The Court of Justice of the European Union (EU) on Wednesday said that the conditions of the Portuguese government in the reprivatisation of flag carrier TAP were "in conformity with EU law".
In question is the ruling of the Court of Justice of the EU, known on Wednesday, regarding a complaint lodged by the Portugal’s Associação Peço a Palavra (‘I Want to be Heard Association’) at the Public Prosecutor’s Office and the European Commission in 2015 challenging the reprivatisation of TAP, claiming suspected illegality in the tender.
“The conditions set by the Portuguese government for the reprivatisation of TAP are compatible with EU law with the exception of the requirement to maintain and develop the existing national hub,” the court said in a statement.
In the complaint presented by the association, together with four individuals, the entity said that “some of the requirements included in the tender specifications of the reprivatisation infringed the freedom of establishment and freedom to provide services laid down in the Treaty on the Functioning of the European Union (TFEU).”
For this reason, Portugal’s Supreme Administrative Court decided to submit the matter to the EU court on compliance with the EU law.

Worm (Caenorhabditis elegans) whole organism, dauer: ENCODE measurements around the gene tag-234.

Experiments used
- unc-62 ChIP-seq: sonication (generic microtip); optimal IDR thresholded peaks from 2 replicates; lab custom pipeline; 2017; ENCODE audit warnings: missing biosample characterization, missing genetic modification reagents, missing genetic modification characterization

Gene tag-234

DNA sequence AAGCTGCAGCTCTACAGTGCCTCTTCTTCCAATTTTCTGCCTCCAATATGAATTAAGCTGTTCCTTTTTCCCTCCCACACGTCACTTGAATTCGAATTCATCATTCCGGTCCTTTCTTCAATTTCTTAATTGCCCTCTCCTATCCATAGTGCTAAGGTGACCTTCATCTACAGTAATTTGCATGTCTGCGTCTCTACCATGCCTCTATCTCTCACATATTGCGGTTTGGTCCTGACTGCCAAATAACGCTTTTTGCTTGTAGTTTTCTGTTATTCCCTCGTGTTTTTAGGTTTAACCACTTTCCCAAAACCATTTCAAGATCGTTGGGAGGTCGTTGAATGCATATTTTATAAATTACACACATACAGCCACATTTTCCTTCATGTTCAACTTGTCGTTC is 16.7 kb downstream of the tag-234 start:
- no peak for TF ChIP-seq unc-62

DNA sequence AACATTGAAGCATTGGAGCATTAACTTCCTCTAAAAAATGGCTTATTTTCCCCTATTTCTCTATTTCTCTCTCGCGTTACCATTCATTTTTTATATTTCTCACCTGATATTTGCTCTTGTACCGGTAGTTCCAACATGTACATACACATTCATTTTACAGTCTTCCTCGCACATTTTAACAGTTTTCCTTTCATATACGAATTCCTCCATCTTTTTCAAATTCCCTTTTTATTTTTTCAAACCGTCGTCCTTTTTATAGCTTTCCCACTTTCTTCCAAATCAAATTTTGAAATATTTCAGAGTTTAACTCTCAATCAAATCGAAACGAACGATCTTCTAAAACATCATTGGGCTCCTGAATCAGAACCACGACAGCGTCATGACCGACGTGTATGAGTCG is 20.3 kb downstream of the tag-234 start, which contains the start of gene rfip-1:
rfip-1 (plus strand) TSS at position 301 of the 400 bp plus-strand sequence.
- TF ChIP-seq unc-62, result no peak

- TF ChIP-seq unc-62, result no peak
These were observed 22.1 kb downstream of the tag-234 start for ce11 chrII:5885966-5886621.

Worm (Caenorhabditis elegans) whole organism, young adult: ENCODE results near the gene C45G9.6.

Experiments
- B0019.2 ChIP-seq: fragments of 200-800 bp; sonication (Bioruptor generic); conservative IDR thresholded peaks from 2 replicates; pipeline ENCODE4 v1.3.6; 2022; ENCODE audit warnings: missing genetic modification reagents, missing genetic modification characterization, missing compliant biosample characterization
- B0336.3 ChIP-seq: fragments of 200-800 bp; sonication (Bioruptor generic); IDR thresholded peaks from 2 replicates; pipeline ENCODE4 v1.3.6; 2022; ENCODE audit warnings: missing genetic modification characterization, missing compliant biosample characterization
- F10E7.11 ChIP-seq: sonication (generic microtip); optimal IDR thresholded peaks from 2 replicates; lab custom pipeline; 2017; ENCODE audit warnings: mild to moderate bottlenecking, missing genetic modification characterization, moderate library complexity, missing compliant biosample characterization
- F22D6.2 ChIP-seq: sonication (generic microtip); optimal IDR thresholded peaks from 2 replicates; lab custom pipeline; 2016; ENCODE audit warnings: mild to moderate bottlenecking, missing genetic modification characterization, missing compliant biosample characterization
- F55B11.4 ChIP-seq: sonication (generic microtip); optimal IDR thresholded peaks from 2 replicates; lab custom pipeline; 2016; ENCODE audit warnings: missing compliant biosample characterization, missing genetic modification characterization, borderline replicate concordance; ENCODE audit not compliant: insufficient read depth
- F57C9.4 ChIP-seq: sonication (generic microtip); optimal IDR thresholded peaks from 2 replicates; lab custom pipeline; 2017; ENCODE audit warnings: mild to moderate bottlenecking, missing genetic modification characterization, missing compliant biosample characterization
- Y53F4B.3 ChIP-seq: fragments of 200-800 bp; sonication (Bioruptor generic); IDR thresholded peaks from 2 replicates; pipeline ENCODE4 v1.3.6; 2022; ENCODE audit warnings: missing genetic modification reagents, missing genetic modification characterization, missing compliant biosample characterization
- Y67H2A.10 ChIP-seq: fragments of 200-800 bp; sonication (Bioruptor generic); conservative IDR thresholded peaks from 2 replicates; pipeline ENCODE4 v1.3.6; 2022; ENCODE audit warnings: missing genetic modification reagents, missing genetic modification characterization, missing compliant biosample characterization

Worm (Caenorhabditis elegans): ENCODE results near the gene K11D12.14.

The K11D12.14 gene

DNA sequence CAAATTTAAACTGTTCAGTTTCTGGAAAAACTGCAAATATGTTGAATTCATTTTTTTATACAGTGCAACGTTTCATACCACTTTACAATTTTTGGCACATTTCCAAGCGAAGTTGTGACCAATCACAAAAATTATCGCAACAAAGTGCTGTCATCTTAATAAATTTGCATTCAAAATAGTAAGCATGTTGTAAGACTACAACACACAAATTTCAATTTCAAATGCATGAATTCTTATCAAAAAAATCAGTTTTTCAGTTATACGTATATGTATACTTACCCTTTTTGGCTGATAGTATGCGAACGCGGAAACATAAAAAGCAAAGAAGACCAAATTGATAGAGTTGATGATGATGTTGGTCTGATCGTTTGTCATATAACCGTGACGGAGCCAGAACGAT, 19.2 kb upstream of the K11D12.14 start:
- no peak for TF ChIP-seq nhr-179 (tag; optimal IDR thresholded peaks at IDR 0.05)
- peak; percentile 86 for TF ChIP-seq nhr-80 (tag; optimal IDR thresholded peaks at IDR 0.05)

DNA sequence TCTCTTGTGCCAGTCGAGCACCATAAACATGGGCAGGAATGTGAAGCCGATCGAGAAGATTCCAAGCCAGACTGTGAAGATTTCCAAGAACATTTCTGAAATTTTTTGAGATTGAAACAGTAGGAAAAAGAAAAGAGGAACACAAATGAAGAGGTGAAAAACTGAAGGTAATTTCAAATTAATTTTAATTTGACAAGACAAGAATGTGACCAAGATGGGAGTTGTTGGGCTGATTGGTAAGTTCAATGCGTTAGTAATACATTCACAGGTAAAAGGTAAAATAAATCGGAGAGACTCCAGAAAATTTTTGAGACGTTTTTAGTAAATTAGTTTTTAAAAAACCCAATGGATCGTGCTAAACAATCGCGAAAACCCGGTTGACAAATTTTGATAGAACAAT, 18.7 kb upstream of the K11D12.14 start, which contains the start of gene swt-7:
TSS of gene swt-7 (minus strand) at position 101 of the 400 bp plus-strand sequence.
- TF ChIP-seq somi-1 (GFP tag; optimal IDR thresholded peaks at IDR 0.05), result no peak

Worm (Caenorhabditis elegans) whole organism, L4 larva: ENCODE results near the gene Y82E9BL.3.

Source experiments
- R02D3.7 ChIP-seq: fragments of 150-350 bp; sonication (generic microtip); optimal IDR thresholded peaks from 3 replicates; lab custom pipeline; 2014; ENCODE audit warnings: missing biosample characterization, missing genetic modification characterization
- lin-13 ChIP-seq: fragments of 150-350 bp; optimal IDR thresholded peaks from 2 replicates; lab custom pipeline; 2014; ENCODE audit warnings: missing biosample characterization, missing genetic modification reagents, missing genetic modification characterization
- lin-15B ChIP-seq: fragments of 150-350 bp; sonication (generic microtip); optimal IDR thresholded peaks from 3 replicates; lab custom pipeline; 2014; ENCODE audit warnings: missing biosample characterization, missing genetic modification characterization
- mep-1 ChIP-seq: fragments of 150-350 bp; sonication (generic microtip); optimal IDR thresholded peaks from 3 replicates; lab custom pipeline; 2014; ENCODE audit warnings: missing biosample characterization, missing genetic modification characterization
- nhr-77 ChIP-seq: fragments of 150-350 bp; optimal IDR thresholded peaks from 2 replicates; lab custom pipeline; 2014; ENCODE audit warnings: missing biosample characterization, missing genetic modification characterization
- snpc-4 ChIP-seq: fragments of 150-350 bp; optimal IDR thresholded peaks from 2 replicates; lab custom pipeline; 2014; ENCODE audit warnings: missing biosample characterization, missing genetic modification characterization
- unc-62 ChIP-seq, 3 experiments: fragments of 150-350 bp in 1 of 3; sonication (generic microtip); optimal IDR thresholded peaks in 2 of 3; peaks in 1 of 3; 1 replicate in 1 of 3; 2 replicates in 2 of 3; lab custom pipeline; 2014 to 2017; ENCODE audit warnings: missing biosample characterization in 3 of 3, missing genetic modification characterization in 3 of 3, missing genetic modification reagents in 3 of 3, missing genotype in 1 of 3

The ruling said that, regarding the requirement to comply with public service standards, the court considered that this is inscribed in the specifications signed between the Portuguese government and Atlantic Gateway, as there are obligations such as “where applicable, flight connections between the main national airports and the airports of the autonomous regions, and the continuation and further development of the routes serving the autonomous regions, the diaspora and Portuguese-speaking countries and communities.”
As for the obligations regarding keeping the headquarters and effective management in the country, the court said that “those requirements effectively constitute restrictions on the freedom of establishment, since they prohibit, impede or render less attractive the exercise of that freedom, in so far as they mean, for the purchaser, restrictions on the decision-making powers normally open to TAP SGPS’s corporate bodies
In the opposite view, the court said that “the requirement to maintain and develop the existing national hub goes beyond what is necessary to attain the intended objective of ties with the Portuguese-speaking third countries concerned.”
This court, based in Luxembourg, only issues recommendations based on the community law, and national bodies are responsible for a decision.
Currently, TAP is 50% owned by the state and the remaining capital belongs to the Atlantic Gateway consortium (45%) and workers (5%).